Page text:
Decibel. Tracking Tunes.


While it’s not the first time a music related startup has been profiled as part of the blog, the industry itself is unique in its constant drive towards innovation. From the early days of Napster to current giants Spotify, and Pandora, the entertainment industry has generally been on the forefront of any new wave in technology.

For any fun that’s to be had though, there has to be the work horse making it happen. Like a chef in a hot kitchen preparing a meal at a five star restaurant, Decibel provides the tools, and data for the music discovery and recommendation engines we use daily.

What Is It?

Decibel is a growing company in the music intelligence market. What’s that you ask?

Let’s put it this way, as their website states, they provide up to 160 bits of data per track, offering metadata based on a series of graphs, and enabling app creators to access a seemingly endless amount of information related to the songs they want to include on their respective platforms.

The company is based out of London, and is headed by the duo of CEO Evan Stein, and Senior Counsel Adrian Corbett. It was founded in 2010, and has already been making a name for itself.

Along with a Finalist position in MidenNet Lab 2011, the company also can boast a number of prime clients including EMI for their ‘Blue Note App’, and music app ‘Jugglit’.

How Does It Work?

Decibel offers data collection as its service to potential customers. The metadata it provides will not only provide intelligence on the details of a single track (including copyright, producers, and engineers), but it also includes API access, and tools which will connect different songs trough a recommendation procedure.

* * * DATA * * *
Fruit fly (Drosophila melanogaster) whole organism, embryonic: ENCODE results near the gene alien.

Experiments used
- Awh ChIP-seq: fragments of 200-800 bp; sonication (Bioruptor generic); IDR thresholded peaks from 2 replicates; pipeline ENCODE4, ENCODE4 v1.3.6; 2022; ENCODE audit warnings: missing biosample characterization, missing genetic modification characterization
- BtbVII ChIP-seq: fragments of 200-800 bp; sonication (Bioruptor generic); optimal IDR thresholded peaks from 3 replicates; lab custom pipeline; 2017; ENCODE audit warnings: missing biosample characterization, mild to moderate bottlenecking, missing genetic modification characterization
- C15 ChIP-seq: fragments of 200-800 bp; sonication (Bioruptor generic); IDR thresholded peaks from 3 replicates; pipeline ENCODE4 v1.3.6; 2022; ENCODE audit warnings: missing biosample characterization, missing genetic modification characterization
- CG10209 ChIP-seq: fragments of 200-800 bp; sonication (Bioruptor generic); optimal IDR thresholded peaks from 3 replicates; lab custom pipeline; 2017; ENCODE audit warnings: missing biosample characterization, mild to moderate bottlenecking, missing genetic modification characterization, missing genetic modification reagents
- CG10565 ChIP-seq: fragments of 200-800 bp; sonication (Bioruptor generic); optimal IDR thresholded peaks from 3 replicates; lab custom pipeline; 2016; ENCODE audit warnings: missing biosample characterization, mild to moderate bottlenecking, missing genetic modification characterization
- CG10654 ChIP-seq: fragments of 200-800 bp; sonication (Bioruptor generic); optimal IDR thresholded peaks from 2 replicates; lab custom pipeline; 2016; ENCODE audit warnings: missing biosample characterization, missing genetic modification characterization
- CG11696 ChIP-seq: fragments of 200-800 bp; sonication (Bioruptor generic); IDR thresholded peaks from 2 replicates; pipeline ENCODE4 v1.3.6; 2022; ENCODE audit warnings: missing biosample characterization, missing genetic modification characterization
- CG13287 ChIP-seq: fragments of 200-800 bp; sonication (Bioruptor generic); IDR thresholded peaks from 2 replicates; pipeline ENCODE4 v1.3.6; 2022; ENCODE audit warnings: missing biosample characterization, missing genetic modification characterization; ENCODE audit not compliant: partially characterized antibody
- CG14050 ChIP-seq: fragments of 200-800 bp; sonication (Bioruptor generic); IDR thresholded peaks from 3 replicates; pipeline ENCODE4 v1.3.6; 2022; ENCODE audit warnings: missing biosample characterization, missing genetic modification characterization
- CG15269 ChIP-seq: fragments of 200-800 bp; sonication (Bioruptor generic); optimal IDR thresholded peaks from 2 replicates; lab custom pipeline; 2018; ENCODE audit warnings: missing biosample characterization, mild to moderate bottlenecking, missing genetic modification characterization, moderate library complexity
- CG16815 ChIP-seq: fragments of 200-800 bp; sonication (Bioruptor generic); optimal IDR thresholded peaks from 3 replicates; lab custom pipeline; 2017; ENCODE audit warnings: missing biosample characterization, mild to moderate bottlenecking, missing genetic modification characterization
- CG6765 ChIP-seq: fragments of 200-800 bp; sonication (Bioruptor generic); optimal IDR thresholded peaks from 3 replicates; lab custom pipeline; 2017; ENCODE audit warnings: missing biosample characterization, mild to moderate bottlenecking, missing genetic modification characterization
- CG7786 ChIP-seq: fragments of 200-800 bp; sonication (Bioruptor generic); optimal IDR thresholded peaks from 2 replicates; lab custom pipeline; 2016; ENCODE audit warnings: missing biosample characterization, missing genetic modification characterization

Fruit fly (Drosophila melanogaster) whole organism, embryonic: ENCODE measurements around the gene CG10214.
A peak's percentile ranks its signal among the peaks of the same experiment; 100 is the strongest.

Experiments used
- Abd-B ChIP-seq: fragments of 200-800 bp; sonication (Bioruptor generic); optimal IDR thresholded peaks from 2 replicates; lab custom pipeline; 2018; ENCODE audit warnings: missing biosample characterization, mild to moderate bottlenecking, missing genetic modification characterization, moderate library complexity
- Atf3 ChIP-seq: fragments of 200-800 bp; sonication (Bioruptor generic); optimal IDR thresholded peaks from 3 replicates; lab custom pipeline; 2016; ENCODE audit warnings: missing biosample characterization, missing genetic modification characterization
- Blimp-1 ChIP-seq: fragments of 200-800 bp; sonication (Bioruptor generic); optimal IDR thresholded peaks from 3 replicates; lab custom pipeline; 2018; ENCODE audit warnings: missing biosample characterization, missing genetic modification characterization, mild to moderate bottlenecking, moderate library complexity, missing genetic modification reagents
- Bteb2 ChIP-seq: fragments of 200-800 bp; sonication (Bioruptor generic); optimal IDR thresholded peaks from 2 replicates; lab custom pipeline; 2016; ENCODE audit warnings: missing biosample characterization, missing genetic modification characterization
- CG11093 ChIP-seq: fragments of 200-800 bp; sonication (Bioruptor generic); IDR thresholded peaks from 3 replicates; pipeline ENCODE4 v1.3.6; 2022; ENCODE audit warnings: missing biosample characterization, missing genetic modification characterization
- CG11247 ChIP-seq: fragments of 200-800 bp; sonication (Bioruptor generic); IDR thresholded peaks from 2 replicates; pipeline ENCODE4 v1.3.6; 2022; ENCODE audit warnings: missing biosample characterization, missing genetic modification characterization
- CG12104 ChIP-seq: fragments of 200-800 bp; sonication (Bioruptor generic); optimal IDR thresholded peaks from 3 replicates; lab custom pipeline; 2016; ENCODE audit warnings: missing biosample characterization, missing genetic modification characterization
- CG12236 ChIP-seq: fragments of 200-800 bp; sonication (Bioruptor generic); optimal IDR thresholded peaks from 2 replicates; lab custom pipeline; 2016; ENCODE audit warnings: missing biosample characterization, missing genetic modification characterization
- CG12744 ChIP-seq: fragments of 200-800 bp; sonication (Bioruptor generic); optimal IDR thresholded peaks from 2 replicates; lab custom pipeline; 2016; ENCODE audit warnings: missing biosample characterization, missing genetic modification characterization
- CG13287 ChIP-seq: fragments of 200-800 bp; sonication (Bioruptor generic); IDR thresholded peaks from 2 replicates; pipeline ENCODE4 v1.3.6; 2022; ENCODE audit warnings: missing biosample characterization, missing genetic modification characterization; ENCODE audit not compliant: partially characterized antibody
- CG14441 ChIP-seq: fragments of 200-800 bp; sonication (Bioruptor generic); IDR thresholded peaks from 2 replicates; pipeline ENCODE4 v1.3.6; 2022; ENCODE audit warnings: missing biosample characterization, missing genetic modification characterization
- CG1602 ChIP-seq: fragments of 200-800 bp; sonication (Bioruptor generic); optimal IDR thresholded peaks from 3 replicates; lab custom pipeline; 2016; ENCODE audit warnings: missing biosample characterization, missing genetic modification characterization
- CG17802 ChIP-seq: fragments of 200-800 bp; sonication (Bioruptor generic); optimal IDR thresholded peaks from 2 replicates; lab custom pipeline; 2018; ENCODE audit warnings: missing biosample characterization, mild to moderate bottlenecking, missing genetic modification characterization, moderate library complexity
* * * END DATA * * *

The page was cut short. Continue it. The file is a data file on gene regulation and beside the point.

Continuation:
This in-depth information is showcased via graphs, and other tools which allow the company’s clients to access an array of detailed data related not only to the track they’re looking into, but other similar content that might also run along those lines.

In addition to this, Decibel also offers numerous customized services, including data cleansing, and its data mining procedure which can offer up to date research for select clients.

Of course, as with any startup providing such a detailed insight into the music world, the service does come with a cost. Decibel currently employs three different membership scales which vary on (besides the price of subscription) access to bandwidth, copyright information, and Bespoke data services.

The Verdict

I’ll be honest, before Adrian Corbett introduced me to the company, I wasn’t aware of its existence. That probably isn’t rare, given the nature of the firm, selling data to the companies which produce the music apps we all listen to. However, becoming accustomed to it has shed light on the value it holds for those it serves.

Being able to access such a comprehensive archive of metadata, chart it through graphs, and work with the company for custom research assignments means that the possibilities for further expansion are abundant.

Music is a field that’s never going to stop growing, and offering a dynamic service centered on an industry like entertainment is the equivalent of selling oil from an endless well. There will always be a market, and as long as Decibel manages to continue providing data with the same efficiency, from an outside point of view I don’t see why they shouldn’t be able to add more partners such as EMI to their list.

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